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Author Topic: What do you call the colored light that comes out of stained glass?  (Read 576 times)

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It seems like there should be a term for either the colored light as it appears "in the air," or for the colored "shadow" that is cast on the ground or other surfaces. I figure, if there's a word for this:

moonglade ‎(plural moon glades): The bright reflection of moonlight on a body of water

there just HAS to be a word for the colored light that is created when light passes through a colored transparent or translucent substance.


 

Offline Colin2B

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I've never come across one. I suspect the term coloured light is so descriptive that there is little need for another term.
Care to invent one??

PS you probably are aware that the light isn't coloured in the way of having colour added to it by the stained glass, it's just that all the other colours (frquencies) are filtered out of the white light.
 

Offline evan_au

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Filtered light?
 

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I've never come across one. I suspect the term coloured light is so descriptive that there is little need for another term.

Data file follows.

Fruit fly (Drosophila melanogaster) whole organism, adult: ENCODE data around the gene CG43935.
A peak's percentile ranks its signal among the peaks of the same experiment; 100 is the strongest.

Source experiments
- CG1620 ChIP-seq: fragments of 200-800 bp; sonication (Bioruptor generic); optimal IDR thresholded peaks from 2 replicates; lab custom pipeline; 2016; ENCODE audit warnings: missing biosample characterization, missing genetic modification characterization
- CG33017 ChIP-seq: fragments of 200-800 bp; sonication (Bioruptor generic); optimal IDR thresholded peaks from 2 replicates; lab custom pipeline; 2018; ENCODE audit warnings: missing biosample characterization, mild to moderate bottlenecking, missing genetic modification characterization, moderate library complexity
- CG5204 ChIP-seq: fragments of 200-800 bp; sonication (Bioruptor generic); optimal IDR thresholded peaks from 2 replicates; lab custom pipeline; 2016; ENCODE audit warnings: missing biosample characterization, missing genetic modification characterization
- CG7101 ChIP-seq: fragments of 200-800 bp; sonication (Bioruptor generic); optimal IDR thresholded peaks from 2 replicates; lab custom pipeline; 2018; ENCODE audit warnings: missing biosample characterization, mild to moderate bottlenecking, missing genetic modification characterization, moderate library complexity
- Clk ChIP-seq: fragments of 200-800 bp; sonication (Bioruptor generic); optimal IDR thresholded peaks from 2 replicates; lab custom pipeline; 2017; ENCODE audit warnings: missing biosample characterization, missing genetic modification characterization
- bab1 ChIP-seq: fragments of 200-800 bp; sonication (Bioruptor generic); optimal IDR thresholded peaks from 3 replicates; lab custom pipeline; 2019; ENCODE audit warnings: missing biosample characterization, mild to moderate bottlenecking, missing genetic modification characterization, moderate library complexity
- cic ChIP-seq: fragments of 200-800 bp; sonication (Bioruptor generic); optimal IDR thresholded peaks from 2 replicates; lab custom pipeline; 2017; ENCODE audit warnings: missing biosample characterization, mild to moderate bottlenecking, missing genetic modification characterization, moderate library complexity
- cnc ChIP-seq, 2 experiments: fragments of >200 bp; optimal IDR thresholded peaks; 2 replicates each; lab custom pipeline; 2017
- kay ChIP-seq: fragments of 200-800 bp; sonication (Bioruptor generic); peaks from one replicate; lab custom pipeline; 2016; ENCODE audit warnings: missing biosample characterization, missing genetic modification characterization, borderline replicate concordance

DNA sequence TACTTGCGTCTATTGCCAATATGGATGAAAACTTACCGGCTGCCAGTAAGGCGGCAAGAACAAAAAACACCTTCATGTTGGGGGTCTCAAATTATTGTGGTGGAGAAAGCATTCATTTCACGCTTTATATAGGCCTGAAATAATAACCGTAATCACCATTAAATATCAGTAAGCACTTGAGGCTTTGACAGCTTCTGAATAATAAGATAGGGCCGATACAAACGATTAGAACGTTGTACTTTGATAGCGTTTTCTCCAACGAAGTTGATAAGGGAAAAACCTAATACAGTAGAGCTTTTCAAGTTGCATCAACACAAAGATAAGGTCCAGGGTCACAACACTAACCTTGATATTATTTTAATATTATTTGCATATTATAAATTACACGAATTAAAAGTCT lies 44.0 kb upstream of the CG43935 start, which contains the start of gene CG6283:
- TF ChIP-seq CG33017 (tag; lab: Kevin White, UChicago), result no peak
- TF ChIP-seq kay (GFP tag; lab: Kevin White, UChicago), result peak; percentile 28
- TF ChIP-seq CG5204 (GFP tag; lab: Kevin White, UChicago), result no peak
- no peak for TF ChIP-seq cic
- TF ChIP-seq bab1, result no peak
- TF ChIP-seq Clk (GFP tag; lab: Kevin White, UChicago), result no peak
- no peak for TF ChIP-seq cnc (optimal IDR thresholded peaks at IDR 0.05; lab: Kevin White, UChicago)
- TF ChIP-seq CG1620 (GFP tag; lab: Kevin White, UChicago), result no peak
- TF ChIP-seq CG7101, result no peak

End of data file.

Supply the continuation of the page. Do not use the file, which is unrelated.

Care to invent one??

PS you probably are aware that the light isn't coloured in the way of having colour added to it by the stained glass, it's just that all the other colours (frquencies) are filtered out of the white light.

Colored light can be from a variety of sources; what you get when light comes through a stained glass window is something special, in the same way that moonlight reflecting off of water is different than light from other sources reflecting from other sorts of objects. Special circumstances can lead to special names from a physics standpoint, too:

In optics, a caustic or caustic network is the envelope of light rays reflected or refracted by a curved surface or object, or the projection of that envelope of rays on another surface.

It's reflected or refracted light, but not just ANY reflected or refracted light; the beautiful patterns that we get from light passing through the surface of water gets a special name. I was just wondering if the light passing through stained glass was also called something special.

PS Yes, I understand that the glass isn't actually adding color.  :-)

 

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Filtered light?

You can certainly call it that, but that would be even less specific than just saying colored light; I'm hoping for a term that would refer only to the stained glass phenomenon.
 

Offline Colin2B

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The reason the caustic is of interest to physics is because the shape can be described mathematically, like a parabola or catenary.

The light from stained glass can be quite saturated and intense, but physically is no different from other filtered light.
 

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